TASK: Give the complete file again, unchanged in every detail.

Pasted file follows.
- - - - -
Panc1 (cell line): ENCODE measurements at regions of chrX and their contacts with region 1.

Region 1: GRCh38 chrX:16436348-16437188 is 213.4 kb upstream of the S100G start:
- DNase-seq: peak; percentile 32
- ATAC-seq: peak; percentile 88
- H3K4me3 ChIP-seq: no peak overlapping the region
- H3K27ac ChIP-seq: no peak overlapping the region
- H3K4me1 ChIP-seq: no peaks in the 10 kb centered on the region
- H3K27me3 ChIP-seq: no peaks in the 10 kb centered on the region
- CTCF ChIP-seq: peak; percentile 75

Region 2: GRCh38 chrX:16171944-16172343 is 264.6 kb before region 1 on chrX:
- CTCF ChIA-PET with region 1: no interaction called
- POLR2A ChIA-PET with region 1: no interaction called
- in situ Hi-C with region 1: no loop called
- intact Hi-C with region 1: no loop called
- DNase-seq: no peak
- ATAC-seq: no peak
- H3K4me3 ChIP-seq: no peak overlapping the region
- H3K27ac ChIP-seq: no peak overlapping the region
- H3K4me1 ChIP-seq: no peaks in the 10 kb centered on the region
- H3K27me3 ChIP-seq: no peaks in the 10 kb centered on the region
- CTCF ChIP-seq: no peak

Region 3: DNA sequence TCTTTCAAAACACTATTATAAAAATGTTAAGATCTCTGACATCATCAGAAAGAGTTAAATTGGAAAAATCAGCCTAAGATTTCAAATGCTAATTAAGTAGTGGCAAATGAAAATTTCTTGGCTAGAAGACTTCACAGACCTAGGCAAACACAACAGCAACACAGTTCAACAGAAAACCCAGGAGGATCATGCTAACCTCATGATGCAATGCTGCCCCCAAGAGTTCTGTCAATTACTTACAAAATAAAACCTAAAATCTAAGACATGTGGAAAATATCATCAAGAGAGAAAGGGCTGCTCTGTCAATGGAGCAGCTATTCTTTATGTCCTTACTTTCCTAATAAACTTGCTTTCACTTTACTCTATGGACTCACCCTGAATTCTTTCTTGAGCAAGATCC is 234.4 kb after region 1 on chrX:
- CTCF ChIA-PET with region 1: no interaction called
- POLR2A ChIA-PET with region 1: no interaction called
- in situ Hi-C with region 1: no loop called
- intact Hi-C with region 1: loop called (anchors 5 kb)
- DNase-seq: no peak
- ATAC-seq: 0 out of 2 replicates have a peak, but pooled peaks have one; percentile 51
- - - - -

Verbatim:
Panc1 (cell line): ENCODE measurements at regions of chrX and their contacts with region 1.

Region 1: GRCh38 chrX:16436348-16437188 is 213.4 kb upstream of the S100G start:
- DNase-seq: peak; percentile 32
- ATAC-seq: peak; percentile 88
- H3K4me3 ChIP-seq: no peak overlapping the region
- H3K27ac ChIP-seq: no peak overlapping the region
- H3K4me1 ChIP-seq: no peaks in the 10 kb centered on the region
- H3K27me3 ChIP-seq: no peaks in the 10 kb centered on the region
- CTCF ChIP-seq: peak; percentile 75

Region 2: GRCh38 chrX:16171944-16172343 is 264.6 kb before region 1 on chrX:
- CTCF ChIA-PET with region 1: no interaction called
- POLR2A ChIA-PET with region 1: no interaction called
- in situ Hi-C with region 1: no loop called
- intact Hi-C with region 1: no loop called
- DNase-seq: no peak
- ATAC-seq: no peak
- H3K4me3 ChIP-seq: no peak overlapping the region
- H3K27ac ChIP-seq: no peak overlapping the region
- H3K4me1 ChIP-seq: no peaks in the 10 kb centered on the region
- H3K27me3 ChIP-seq: no peaks in the 10 kb centered on the region
- CTCF ChIP-seq: no peak

Region 3: DNA sequence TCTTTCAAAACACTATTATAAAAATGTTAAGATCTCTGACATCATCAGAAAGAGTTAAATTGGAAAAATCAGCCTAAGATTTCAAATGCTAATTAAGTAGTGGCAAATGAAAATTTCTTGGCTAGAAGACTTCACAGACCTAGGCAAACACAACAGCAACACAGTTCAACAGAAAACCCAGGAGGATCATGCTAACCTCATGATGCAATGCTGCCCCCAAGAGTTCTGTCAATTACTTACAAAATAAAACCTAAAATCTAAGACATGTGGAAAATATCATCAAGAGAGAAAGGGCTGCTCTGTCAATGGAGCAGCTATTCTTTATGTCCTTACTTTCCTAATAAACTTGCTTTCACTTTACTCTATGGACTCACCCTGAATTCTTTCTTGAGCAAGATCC is 234.4 kb after region 1 on chrX:
- CTCF ChIA-PET with region 1: no interaction called
- POLR2A ChIA-PET with region 1: no interaction called
- in situ Hi-C with region 1: no loop called
- intact Hi-C with region 1: loop called (anchors 5 kb)
- DNase-seq: no peak
- ATAC-seq: 0 out of 2 replicates have a peak, but pooled peaks have one; percentile 51